The first step in any restoration is to discover how much you've let yourself in for. Stripping off the deck revealed that most of the deck beams were either burst or rotten.
The stem was in a disastrous condition. It would have been made from a piece of oak selected for its curve, but the yacht was damaged at Hunters Quay sometime soon after the War when a ferry ran into her and a couple of feet had been replaced at the top. The original and new sections were both seriously rotten, quite a common problem when you consider how susceptible oak is to fresh water.
There's a special sort of archaeology involved in rescuing old boats. While received wisdom says that the ancients always produced dovetailed joints we found that the deck beams had in fact been lodged in notches in the shelf with each held in place by one iron nail. The elm frames would have been steamed and pretty hot when put in, so it wasn't surprising to find that quite a few had failed to find the little sockets in the hog that had been made for them.
It was obvious that the stem would need to be replaced. To keep the hull in shape I decided first to repair the beam shelf and reinstate the forward deck beams. Here is a sequence of images showing my late pal Duncan working on the rotten shelf and our efforts at scarfing in the new sections. A couple of months later I sat beside Duncan in hospital and he made me promise that I'd make sure "she'd swim again".
While doing this we made and fitted the forward deck beams.
|Port side shelf done, starboard glued up|
After the forward stem was removed the hull was kept in shape with a system of wooden blocks to keep the planking in line tensioned with Spanish windlasses.
Using the old stem as a template I made the new one alongside, from clear Douglas Fir laminated with epoxy.
Attention turned to the area at the foot of the stern post, where removal of planking revealed that the post itself was split. I made a new one. Likewise the transom had been badly damaged at Irvine and was replaced. Unable to find a suitable chunk of mahogany to handle the radius the new one was laminated from marine plywood.
Up to this point I had hoped that I could complete the job without taking Stroma off her ballast keel, but it was now clear that this would be necessary.
Excavations at this point showed that the hog was badly rotten, also the floors, while not totally rotten, had numerous shakes. It's an interesting speculation that most of these probably occurred soon after Stroma was launched in May 1929, as they had been built from oak crooks selected on the basis of the shape being approximately correct. I have read that members of the McGruer family would scour the woods looking for suitable pieces for this purpose.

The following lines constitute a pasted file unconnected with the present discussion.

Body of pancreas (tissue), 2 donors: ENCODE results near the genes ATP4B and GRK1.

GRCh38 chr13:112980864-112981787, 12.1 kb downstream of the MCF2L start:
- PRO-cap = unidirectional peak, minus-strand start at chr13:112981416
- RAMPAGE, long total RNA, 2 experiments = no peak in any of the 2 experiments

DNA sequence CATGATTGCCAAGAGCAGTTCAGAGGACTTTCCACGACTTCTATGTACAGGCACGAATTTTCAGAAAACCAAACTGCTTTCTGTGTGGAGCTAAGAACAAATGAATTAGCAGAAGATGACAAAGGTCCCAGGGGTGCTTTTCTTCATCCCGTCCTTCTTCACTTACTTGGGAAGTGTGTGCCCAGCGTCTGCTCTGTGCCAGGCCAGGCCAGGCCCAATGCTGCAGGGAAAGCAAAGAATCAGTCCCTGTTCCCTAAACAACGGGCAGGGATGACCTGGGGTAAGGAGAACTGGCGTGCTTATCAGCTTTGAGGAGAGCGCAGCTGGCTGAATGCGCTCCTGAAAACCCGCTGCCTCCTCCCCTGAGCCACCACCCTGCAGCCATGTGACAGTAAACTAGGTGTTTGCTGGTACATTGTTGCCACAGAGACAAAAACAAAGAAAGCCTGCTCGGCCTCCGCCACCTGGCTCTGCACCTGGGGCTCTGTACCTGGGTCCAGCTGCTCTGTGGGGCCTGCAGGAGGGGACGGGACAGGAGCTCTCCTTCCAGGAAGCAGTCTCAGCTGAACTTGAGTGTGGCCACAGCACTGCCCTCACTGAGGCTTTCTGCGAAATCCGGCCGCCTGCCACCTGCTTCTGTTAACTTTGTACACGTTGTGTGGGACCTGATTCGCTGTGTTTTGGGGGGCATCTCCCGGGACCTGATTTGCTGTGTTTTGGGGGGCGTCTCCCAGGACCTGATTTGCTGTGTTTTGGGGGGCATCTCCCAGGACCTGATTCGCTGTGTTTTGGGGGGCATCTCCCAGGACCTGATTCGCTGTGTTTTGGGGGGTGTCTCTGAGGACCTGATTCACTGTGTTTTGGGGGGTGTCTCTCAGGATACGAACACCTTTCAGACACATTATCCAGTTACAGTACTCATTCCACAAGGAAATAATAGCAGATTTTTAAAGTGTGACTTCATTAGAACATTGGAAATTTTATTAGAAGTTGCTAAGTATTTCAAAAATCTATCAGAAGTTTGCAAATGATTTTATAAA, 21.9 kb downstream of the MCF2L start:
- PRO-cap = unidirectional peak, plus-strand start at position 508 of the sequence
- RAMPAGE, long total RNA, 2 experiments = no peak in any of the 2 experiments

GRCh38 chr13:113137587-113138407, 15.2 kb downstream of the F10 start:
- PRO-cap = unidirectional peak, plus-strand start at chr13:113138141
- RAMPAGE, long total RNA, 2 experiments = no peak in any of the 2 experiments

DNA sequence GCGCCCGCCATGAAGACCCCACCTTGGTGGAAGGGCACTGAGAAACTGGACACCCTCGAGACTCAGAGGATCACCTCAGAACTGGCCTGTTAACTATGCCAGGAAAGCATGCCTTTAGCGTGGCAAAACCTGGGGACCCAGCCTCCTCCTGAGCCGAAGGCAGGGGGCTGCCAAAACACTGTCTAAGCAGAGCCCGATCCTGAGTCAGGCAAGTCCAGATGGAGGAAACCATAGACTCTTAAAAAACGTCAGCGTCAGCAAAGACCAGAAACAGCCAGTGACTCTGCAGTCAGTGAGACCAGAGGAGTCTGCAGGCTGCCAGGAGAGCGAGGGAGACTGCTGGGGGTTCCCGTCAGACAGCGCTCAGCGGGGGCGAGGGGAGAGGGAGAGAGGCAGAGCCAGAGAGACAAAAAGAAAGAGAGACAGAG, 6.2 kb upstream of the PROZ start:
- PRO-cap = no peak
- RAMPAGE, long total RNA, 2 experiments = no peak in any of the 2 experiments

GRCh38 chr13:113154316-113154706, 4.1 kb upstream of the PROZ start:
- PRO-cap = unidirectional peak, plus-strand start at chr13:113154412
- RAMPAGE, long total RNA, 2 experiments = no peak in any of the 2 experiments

It was going to be impossible to find suitable pieces of oak to build a new hog and floors, even had I wanted to. Availability of top quality marine plywood meant that they could be built to a much higher strength and durability than had been possible first time round. Here, the patient has just been lifted off her keel and the rudder dropped out.
The keel is carefully shored to keep it in shape. Originally she had eight bolts, positioned diagonally, worked from iron, which remained embedded in the lead after the sections through the hog had rusted away. The ones you can see are four of five bronze bolts added later, the fifth one being a little short fellow though the front. I was later to stand on the keel and drill another eight holes, staggered opposite the original ones, just because I felt I should. It was an interesting exercise, which included me being thrown off once when the drill bit caught in the lead. The end result is that Stroma now has a ridiculous number of bolts.
Here are some of the new floors in place.
And the new hog and stern knee.
And finally replanked.
At this point I began to have evil thoughts about giving the whole ship a sheathing of woven glass roving and epoxy. I won't write a long essay about the pros and cons of doing this, as it has been discussed endlessly, usually be people who have no experience of doing it, but may have come across some of the disastrous fibreglass and polyester jobs that were done in the 1950s and 1960s. My friends in the Freundeskreis Klassiker Yachten even have a name for the process, which translates as a dead man's winding sheet.
After very careful reading of all the literature I could find, plus discussing with my boatbuilder friend who had at that stage built about sixty boats (now up to about eighty) with no problems, the decision was made. My reasoning was that having basically replaced everything that in the old boat could absorb water and swell with materials that couldn't the gain in strength and stability was worth the expense and work involved. While the yacht was off her keel the coating could be taken round the hog, avoiding a major reason for not doing it.
The hull was now careened to get proper access and the work done over a very hard and messy weekend under the professional supervision of my good friend Richard.
Now, fully put back together again and much stronger than when she was built, I decided to bring Stroma a hundred miles nearer home in Argyll to get on with the work of reconstructing the cabin, cockpit and interior to Alfred Mylne's original design.